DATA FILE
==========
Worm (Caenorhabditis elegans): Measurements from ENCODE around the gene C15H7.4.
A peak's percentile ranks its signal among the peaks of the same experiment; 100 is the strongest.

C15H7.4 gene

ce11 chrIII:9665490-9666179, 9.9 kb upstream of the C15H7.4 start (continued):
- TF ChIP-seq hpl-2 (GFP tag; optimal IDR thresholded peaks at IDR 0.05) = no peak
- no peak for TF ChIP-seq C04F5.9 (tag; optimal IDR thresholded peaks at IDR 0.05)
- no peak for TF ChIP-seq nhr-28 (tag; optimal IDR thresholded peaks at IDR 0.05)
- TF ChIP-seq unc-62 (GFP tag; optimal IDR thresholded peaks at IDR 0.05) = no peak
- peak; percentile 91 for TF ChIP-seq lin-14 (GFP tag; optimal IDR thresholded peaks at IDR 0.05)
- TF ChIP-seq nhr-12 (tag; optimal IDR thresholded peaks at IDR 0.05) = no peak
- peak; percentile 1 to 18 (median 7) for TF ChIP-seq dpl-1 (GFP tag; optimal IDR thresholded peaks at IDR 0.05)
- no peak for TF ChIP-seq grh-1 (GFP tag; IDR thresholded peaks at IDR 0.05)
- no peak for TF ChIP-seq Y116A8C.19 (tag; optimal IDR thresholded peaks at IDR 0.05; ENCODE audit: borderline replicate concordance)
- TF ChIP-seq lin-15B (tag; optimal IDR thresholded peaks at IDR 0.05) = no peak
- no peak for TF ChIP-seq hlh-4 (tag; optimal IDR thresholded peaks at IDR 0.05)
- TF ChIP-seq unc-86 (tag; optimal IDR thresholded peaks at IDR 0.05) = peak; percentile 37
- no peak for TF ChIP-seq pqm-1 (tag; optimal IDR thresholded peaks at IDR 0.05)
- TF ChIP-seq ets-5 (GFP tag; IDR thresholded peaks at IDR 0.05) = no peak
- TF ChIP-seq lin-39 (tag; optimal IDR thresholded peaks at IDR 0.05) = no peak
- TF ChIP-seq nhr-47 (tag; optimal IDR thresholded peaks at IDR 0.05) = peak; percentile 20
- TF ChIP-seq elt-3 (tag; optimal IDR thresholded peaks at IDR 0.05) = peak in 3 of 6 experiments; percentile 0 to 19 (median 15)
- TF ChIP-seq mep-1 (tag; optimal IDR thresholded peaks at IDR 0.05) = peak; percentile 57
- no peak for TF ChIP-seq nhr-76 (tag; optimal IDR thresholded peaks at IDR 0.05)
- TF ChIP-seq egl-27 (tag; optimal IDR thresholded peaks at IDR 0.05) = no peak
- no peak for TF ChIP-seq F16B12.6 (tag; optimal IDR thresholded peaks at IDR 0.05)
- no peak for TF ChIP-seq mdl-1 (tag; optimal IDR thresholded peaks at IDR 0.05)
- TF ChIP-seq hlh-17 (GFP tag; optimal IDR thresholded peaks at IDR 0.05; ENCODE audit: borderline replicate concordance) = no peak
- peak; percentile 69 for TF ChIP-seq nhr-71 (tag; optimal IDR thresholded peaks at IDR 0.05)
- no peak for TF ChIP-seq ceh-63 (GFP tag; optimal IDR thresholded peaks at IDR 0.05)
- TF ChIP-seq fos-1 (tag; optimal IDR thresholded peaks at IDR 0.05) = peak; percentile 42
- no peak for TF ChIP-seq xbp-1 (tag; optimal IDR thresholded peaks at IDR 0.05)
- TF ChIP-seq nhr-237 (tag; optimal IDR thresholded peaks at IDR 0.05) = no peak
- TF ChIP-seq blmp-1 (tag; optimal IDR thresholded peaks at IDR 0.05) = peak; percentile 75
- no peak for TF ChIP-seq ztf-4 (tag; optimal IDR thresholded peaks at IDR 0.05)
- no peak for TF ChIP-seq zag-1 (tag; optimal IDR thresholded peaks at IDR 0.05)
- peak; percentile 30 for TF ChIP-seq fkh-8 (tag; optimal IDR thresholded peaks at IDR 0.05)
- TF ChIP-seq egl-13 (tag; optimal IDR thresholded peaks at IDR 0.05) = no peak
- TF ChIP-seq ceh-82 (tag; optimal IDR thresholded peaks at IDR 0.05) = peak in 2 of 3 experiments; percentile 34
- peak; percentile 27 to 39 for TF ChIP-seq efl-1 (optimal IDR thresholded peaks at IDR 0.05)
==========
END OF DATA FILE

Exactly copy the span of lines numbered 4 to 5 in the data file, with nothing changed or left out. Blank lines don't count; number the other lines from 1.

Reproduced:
ce11 chrIII:9665490-9666179, 9.9 kb upstream of the C15H7.4 start (continued):
- TF ChIP-seq hpl-2 (GFP tag; optimal IDR thresholded peaks at IDR 0.05) = no peak